The most glaring contradiction has been how little time and effort we have spent on the woman question and how much time the bourgeoisie has saturating the whole society with ideas and practices encouraging decadence, the break-up of the family, reducing relationships between men and women to one of quest for sexual pleasure and unlimited intrigues, of all kinds of escapism, all summed up by the attitude of placing one’s own bourgeois needs and desires above and apart from the interests of the working masses.

The cultural scene is filled with X-rated decadent movies or orgies of senseless violence and personal despair. The radio and record industries fill homes and cars with one basic theme, “What ever it is, do it ’til you’re satisfied”. “Me and Mrs. Jones” becomes the motive for all kinds of relationships and fears. Adultery, infidelity and promiscuity have become commonplace and accepted. In the plants these days you will find somebody hustling pornographic magazines who is as active as a trade union leader.(Which is a comment on both.) Prostitution arranged in the plant is increasing and affairs between workers are commonplace and accepted. Decadent practices like homosexuality, which often is a by-product of the fear and confusion in society, are promoted by the bourgeoisie. Alcoholism, drug use and addiction, fanatical religious movements, and other forms of escapism and diversion are on the rise. Think about the hard and open and successful work being done by the Jehovah’s Witnesses in your plant offering a chance for a worker to be one of the chosen few to have a beautiful life in heaven after Armageddon. If you take a newspaper to work, a lot of people will be more interested in what their horoscope is than in the rising tide of the world’s revolutionary people. And then, of course there is the tragic by-products of the bourgeois influence. One out of two marriages end in divorce (even Ann Landers could not avoid it). A very large percentage of the murder rates involve husband and wife, lovers and so on. Child beatings are more and more commonplace as are suicides by people who just don’t know what to do.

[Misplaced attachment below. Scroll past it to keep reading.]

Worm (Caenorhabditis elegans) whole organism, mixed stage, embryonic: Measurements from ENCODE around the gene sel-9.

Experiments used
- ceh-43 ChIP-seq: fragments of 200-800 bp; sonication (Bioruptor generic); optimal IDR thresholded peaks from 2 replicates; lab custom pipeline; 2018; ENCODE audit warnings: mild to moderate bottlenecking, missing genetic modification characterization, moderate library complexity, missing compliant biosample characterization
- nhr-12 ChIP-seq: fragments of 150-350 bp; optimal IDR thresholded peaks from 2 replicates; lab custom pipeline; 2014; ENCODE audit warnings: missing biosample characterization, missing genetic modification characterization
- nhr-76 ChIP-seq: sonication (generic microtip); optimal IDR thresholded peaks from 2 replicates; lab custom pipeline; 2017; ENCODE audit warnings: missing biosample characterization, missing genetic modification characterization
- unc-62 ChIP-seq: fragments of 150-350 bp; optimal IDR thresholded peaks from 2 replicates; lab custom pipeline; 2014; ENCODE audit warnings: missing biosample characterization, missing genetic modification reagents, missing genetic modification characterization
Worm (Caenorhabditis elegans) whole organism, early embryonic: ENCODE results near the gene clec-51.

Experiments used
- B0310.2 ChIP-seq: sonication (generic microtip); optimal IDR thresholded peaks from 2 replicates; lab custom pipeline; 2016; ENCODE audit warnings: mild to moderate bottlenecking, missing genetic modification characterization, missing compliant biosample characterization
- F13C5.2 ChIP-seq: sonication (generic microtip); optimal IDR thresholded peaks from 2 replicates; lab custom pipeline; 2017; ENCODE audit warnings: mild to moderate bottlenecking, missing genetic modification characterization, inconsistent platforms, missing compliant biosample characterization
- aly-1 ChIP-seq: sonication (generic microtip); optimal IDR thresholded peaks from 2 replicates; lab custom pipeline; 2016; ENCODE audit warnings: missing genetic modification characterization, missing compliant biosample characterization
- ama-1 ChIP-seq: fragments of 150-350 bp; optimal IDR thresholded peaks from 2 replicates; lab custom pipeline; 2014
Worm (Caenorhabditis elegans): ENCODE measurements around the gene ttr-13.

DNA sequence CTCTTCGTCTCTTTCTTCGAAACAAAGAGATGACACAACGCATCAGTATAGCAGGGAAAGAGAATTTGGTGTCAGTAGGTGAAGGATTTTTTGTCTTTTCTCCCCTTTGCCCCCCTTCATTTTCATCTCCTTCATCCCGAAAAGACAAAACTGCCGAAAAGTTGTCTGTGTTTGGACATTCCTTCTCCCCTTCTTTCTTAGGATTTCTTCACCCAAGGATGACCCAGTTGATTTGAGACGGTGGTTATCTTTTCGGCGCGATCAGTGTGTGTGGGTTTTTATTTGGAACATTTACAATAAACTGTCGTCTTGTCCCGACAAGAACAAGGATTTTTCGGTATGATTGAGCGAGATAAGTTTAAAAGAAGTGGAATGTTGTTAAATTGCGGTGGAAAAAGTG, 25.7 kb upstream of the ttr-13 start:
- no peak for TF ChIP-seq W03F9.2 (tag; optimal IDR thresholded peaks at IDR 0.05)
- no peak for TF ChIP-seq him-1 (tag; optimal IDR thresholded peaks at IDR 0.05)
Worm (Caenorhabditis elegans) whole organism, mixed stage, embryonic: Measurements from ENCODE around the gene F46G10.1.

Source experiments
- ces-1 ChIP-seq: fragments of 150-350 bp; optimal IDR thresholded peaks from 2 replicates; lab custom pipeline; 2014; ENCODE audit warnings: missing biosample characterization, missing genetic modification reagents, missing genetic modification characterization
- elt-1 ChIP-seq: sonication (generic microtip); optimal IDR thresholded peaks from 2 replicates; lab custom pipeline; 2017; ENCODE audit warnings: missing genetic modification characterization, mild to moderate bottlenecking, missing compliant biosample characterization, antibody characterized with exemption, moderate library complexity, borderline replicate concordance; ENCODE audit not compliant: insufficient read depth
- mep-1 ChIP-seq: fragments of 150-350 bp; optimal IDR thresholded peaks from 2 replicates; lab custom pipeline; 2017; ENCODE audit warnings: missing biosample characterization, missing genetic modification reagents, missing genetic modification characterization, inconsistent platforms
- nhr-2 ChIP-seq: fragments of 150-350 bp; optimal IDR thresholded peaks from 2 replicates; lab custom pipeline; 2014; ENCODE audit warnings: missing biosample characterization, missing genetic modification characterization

Let’s back up a bit and trace the development of family and the oppression of women in class society. Stalin writes in ANARCHISM OF SOCIALISM,

There was a time, under the matriarchate, when women were regarded as the controllers of production. Why was this? Because under the kind of production then prevailing, primitive agriculture, women played the principal role in production, they performed the main functions, while the men roamed the forests in guest of game. Then came the time, under the patriachate, when the dominant position in production passed to men. Why did this change take place? Because under the kind of production prevailing at that time, stock breeding, in which the principle instruments of production were the spear, the lasso, and the bow and arrow, the principle role was played by men. v. 1 p. 342

With the change of focus of production, with the increase in production as a matriarchal society became a patriarchal society, came the overthrow of the mother-right, a practice of passing wealth onto the female’s side of the family. Men, now in command of production, took control of the wealth. The consolidation of male supremacy thus developed along with private property and completed the oppression of women.

Engels writes in ORIGIN OF THE FAMILY:

The overthrow of mother-right was the world historical defeat of the female sex. The man took command in the home also; the woman was degraded and reduced to servitude, she became the slave of his lust and mere instrument for the production of children. This degraded position of the woman, especially conspicuous among the Greeks of the heroic and still more of the classical age, has gradually been palliated and glossed over, and sometimes clothed in a milder form; in no sense has it been abolished.